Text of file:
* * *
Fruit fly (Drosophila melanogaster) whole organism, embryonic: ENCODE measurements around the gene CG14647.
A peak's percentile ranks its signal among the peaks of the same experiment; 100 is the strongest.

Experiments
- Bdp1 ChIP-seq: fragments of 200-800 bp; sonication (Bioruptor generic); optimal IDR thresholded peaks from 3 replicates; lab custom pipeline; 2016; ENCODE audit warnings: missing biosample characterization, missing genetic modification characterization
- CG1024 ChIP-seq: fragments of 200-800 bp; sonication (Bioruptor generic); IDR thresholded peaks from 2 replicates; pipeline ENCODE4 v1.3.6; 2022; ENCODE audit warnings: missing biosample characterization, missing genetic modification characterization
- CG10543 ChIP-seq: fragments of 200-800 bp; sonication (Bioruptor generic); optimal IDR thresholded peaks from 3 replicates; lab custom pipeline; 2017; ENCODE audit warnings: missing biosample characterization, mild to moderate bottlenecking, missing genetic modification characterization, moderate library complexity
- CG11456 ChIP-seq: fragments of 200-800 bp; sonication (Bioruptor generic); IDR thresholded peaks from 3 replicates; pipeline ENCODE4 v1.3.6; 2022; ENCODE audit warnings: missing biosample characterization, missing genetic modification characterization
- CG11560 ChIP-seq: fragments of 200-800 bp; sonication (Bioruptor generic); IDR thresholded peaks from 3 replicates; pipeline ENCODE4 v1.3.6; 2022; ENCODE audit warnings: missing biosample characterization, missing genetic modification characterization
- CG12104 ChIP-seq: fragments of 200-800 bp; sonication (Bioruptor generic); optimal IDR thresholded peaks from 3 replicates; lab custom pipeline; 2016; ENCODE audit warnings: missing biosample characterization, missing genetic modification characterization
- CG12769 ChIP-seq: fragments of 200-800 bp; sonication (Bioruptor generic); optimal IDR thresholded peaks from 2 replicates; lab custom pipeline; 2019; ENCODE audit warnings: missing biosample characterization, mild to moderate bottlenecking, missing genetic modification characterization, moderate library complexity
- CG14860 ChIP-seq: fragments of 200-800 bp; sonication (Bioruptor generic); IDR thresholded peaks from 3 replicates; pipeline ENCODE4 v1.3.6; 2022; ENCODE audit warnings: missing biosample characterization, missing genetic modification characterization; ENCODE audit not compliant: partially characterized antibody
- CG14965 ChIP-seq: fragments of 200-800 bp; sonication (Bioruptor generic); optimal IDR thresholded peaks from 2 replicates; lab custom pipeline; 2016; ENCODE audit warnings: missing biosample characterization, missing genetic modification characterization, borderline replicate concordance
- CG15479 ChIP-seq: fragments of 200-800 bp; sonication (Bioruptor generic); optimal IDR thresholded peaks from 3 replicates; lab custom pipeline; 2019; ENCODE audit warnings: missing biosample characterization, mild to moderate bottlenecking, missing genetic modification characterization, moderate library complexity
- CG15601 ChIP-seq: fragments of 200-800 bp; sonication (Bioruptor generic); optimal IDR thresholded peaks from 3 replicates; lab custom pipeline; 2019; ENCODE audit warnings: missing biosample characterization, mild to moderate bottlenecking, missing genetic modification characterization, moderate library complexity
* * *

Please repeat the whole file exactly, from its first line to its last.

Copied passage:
Fruit fly (Drosophila melanogaster) whole organism, embryonic: ENCODE measurements around the gene CG14647.
A peak's percentile ranks its signal among the peaks of the same experiment; 100 is the strongest.

Experiments
- Bdp1 ChIP-seq: fragments of 200-800 bp; sonication (Bioruptor generic); optimal IDR thresholded peaks from 3 replicates; lab custom pipeline; 2016; ENCODE audit warnings: missing biosample characterization, missing genetic modification characterization
- CG1024 ChIP-seq: fragments of 200-800 bp; sonication (Bioruptor generic); IDR thresholded peaks from 2 replicates; pipeline ENCODE4 v1.3.6; 2022; ENCODE audit warnings: missing biosample characterization, missing genetic modification characterization
- CG10543 ChIP-seq: fragments of 200-800 bp; sonication (Bioruptor generic); optimal IDR thresholded peaks from 3 replicates; lab custom pipeline; 2017; ENCODE audit warnings: missing biosample characterization, mild to moderate bottlenecking, missing genetic modification characterization, moderate library complexity
- CG11456 ChIP-seq: fragments of 200-800 bp; sonication (Bioruptor generic); IDR thresholded peaks from 3 replicates; pipeline ENCODE4 v1.3.6; 2022; ENCODE audit warnings: missing biosample characterization, missing genetic modification characterization
- CG11560 ChIP-seq: fragments of 200-800 bp; sonication (Bioruptor generic); IDR thresholded peaks from 3 replicates; pipeline ENCODE4 v1.3.6; 2022; ENCODE audit warnings: missing biosample characterization, missing genetic modification characterization
- CG12104 ChIP-seq: fragments of 200-800 bp; sonication (Bioruptor generic); optimal IDR thresholded peaks from 3 replicates; lab custom pipeline; 2016; ENCODE audit warnings: missing biosample characterization, missing genetic modification characterization
- CG12769 ChIP-seq: fragments of 200-800 bp; sonication (Bioruptor generic); optimal IDR thresholded peaks from 2 replicates; lab custom pipeline; 2019; ENCODE audit warnings: missing biosample characterization, mild to moderate bottlenecking, missing genetic modification characterization, moderate library complexity
- CG14860 ChIP-seq: fragments of 200-800 bp; sonication (Bioruptor generic); IDR thresholded peaks from 3 replicates; pipeline ENCODE4 v1.3.6; 2022; ENCODE audit warnings: missing biosample characterization, missing genetic modification characterization; ENCODE audit not compliant: partially characterized antibody
- CG14965 ChIP-seq: fragments of 200-800 bp; sonication (Bioruptor generic); optimal IDR thresholded peaks from 2 replicates; lab custom pipeline; 2016; ENCODE audit warnings: missing biosample characterization, missing genetic modification characterization, borderline replicate concordance
- CG15479 ChIP-seq: fragments of 200-800 bp; sonication (Bioruptor generic); optimal IDR thresholded peaks from 3 replicates; lab custom pipeline; 2019; ENCODE audit warnings: missing biosample characterization, mild to moderate bottlenecking, missing genetic modification characterization, moderate library complexity
- CG15601 ChIP-seq: fragments of 200-800 bp; sonication (Bioruptor generic); optimal IDR thresholded peaks from 3 replicates; lab custom pipeline; 2019; ENCODE audit warnings: missing biosample characterization, mild to moderate bottlenecking, missing genetic modification characterization, moderate library complexity